Having partnered with everyone’s favorite snow samurai Tadashi Fuse, and more recently former teammate Trevor “TROUBLE” Andrew, YES. Has grown from its initial “idea.” With a team that includes, French Canadian terror Benji Ritchie and fellow Squamanian (Squamish, BC resident), Mikey Pederson, along with Jake Koia, Vince Pages, Madison Elsworth, Helen Schettini, Frank April, Wyatt Caldwell and JP’s brother Stian Solberg, YES. is growing in concept as well as market share.
Instead of cc’ing each other an email tagged: Snowboard Marketing for Dummies, a tactic long passed around in the bro-eat-bro world of this incestuous industry, the upstart YES. men went with a somewhat opposite approach. Afforded a level of respect among the highest in the industry, they have earned the right to do whatever they want, yet, it’s interesting to find the path they have chosen is such a selfless one. JP states, “We want to give back to the snowboard community, that was our first goal with YES. and it still is. We want people to know the roots of snowboarding, why we do this in the first place.”
Frank April | Montreal, Quebec | Photo: Bob Plumb
To understand JP’s concern, he elaborates on the idiosyncrasies of the professional snowboarder – a mindfuck he experienced first hand and something he believes has much to do with snowboarding’s transformation from an “experience” to commodity:
“When a company picks you up, of course they want to toss you around the best way they think is right for them. But it’s funny, what they don’t realize is the reason you turned into an awesome snowboarder in the first place is because of the things you were doing before you even got hooked up. So when a company expects you to shine, yet places you in a forced environment, as a snowboarder you’re not on that same path anymore. When you are picked and pulled in all directions it becomes hard to maintain who you were and why you rode the way you did in the first place. Now I feel like it has come full circle, and I’m back on track. I’m doing it again for all the reasons I started when my snowboarding was pure.”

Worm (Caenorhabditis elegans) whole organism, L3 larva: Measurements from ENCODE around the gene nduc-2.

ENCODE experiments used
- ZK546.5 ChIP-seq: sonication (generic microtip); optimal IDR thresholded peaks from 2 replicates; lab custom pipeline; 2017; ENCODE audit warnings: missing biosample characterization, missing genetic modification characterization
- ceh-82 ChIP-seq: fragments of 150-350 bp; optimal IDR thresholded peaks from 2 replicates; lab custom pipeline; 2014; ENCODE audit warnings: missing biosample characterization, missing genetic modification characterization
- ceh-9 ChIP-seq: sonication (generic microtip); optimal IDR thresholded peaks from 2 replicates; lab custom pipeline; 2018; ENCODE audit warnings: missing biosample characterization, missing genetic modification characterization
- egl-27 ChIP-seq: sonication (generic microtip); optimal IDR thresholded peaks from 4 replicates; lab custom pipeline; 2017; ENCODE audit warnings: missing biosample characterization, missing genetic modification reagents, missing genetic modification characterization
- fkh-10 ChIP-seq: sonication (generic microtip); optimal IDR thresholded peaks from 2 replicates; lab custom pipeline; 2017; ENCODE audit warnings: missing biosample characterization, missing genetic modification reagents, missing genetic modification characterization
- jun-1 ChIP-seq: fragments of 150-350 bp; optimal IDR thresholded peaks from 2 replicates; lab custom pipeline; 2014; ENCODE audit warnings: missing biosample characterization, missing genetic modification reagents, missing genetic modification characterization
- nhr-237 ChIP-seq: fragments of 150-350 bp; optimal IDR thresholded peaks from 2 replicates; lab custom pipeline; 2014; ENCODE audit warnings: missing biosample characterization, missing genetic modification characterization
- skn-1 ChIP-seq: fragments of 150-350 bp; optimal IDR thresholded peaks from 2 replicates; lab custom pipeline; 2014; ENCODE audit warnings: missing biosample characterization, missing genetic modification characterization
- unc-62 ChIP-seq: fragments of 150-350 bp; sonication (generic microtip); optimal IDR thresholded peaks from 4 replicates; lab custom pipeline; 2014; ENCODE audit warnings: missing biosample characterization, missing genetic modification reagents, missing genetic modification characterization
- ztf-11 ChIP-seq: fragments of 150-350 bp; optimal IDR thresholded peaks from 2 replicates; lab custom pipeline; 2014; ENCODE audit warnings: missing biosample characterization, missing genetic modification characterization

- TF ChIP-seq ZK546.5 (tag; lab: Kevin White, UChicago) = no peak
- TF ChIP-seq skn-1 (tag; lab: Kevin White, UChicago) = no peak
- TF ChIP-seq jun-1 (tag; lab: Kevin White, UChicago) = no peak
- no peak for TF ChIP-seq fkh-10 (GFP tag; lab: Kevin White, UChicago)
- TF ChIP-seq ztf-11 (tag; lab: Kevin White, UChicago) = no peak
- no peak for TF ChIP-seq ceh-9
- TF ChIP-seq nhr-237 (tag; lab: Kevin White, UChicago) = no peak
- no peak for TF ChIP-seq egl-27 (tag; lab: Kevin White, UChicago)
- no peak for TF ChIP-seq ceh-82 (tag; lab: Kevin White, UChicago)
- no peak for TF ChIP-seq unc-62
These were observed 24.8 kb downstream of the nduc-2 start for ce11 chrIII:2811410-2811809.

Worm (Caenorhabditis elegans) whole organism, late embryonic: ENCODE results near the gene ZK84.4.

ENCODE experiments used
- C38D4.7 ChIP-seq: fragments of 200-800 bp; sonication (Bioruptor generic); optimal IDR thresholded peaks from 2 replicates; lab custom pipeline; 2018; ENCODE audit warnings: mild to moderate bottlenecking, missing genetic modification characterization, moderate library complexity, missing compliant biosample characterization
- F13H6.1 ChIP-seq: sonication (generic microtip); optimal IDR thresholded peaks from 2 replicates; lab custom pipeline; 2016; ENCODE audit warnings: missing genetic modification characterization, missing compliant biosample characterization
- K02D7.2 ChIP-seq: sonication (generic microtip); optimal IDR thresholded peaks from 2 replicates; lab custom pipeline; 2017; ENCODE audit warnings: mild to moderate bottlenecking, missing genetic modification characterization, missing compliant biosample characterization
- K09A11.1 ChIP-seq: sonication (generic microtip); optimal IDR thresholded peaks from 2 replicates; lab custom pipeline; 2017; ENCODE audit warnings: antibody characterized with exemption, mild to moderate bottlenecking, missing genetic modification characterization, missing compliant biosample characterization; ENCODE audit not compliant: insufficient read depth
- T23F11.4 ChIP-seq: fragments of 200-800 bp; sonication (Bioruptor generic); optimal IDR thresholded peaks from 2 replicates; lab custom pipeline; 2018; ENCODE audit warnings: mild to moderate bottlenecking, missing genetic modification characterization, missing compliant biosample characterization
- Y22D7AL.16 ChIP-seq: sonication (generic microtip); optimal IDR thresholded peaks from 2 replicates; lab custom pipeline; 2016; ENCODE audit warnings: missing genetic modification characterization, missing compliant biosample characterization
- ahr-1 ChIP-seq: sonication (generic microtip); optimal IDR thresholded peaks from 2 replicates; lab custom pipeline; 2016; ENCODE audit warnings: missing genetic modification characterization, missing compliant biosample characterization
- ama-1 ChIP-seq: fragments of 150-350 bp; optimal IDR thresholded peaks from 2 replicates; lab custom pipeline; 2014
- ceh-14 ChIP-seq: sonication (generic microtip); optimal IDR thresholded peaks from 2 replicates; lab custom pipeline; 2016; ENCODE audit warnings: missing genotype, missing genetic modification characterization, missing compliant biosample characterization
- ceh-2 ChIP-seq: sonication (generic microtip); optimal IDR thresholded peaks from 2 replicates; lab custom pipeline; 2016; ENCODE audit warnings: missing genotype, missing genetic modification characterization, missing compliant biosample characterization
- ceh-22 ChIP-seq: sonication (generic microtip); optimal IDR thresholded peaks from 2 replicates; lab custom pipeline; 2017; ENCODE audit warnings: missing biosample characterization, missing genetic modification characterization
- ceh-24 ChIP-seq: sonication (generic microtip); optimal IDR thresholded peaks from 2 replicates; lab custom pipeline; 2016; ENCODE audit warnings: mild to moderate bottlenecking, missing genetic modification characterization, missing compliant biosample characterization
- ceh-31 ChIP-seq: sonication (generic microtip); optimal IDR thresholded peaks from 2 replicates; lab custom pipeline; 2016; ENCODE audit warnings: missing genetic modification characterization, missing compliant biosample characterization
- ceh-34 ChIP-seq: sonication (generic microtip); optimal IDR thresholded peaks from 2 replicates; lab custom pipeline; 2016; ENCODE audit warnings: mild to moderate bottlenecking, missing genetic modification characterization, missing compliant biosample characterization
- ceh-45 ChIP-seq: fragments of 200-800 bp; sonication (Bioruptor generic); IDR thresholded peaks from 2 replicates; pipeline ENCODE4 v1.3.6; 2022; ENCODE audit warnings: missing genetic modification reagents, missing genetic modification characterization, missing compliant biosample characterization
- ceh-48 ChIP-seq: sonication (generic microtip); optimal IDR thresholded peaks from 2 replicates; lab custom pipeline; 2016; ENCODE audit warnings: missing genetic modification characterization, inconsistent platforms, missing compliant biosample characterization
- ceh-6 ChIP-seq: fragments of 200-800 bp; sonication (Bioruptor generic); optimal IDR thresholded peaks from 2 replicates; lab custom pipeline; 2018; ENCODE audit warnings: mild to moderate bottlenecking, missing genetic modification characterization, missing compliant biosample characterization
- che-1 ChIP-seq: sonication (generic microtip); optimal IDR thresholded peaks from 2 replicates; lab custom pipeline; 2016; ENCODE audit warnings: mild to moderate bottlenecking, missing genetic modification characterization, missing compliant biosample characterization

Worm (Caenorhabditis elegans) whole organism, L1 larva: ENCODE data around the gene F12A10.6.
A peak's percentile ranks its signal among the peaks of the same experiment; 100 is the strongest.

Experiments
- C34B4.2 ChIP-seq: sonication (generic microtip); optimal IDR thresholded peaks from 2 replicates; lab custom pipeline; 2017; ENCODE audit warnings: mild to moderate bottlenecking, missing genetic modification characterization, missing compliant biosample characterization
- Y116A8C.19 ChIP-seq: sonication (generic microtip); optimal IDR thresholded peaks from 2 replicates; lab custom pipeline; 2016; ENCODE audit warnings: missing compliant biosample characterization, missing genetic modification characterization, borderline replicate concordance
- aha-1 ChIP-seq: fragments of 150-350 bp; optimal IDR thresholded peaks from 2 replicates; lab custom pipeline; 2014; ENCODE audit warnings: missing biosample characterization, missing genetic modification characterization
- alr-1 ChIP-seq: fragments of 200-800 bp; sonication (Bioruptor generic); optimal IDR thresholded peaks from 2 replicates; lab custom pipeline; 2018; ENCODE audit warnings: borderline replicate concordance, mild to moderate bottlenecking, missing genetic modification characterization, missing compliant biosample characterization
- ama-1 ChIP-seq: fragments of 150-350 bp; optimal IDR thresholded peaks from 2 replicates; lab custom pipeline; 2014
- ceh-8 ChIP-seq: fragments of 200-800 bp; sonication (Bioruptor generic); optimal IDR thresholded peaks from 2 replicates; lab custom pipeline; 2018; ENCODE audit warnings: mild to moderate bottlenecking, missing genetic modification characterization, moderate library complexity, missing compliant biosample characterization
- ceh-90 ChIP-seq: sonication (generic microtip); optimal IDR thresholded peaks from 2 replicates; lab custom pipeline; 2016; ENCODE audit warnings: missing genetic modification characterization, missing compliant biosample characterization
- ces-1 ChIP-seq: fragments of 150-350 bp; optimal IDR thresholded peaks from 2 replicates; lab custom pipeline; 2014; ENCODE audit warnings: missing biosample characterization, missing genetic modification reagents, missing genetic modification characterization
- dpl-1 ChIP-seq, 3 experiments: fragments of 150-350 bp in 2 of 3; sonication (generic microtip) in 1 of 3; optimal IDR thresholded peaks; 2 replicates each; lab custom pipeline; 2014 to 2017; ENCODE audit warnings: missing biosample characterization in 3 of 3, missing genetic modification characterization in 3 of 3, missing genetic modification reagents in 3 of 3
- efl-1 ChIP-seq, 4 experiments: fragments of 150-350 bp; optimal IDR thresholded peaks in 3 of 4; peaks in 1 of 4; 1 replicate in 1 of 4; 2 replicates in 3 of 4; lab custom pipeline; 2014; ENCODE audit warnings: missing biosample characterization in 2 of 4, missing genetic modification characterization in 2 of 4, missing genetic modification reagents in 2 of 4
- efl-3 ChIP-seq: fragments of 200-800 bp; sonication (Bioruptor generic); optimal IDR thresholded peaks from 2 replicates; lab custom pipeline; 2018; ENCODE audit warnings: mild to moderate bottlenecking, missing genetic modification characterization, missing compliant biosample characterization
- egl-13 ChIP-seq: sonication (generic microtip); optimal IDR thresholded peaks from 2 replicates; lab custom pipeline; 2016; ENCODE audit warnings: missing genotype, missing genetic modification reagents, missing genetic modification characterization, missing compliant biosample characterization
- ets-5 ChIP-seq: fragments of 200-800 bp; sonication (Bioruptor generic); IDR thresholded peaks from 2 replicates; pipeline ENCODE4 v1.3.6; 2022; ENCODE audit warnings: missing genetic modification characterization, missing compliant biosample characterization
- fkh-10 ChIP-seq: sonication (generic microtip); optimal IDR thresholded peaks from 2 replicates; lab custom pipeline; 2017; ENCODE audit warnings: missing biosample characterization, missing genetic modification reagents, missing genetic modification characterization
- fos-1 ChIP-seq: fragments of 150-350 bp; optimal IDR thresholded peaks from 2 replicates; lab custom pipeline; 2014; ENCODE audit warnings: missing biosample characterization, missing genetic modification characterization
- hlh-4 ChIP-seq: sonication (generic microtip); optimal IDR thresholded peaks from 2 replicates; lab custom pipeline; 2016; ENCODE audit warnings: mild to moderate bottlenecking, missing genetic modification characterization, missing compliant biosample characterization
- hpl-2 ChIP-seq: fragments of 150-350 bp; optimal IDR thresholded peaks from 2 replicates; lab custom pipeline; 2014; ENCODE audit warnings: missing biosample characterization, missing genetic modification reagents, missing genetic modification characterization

Similarly, YES’. soul brother number one, DCP can hardly contain his enthusiasm when he looks back on what he values as an “important learning experience”. Without those years of push and pull, pressure and commitment he wonders if they would have recognized what has become their mission. Given snowboarding can be taken in many directions, he concedes, “Now we are doing what WE feel is right!”
Benjie Ritchie | Whistler, BC | Photo: Dom Gauthier
With the exploitation of snowboarding through big money and contests, it’s plain to see that it may have been pushed in a contrived direction that didn’t necessarily benefit the actual riders – the professionals the kids looked up to and wanted to be like. It’s simple to see how this might breed a circuitous pattern that dilutes as much as pollutes.
“Now that we have a say,” begins Romian, undoubtedly the most outspoken of the bunch, “We want to open the eyes of snowboarding a bit.” His Swiss accent does less to amuse than it does to drive his convictions home as he continues, “Snowboarding has many categories, which is great for the sport, don’t get me wrong, but I want those people that only know snowboarding as one thing to see it as another.” He contends that, “In snowboarding we tend to separate ourselves and lots of people shit on each other… ‘Oh you’re a jibber, oh you’re a big mountain rider… that’s all you know.’ I think that’s so stupid.” Starting to get a tinge frustrated he snaps, “Let’s just remember why you put your snowboard on your feet to begin with. It’s to be free!”
But freedom as a marketing platform? Let’s not forget, this is a business not the emancipation of an enslaved territory. But Romain maintains, “I don’t care. Something may be good for business but not good for snowboarding. We can’t let big business define what snowboarding is.” He stops and reflects with a sense of urgency, “We can’t just give it away anymore!”
YES. boat trip | Norway | Photo: Matt Georges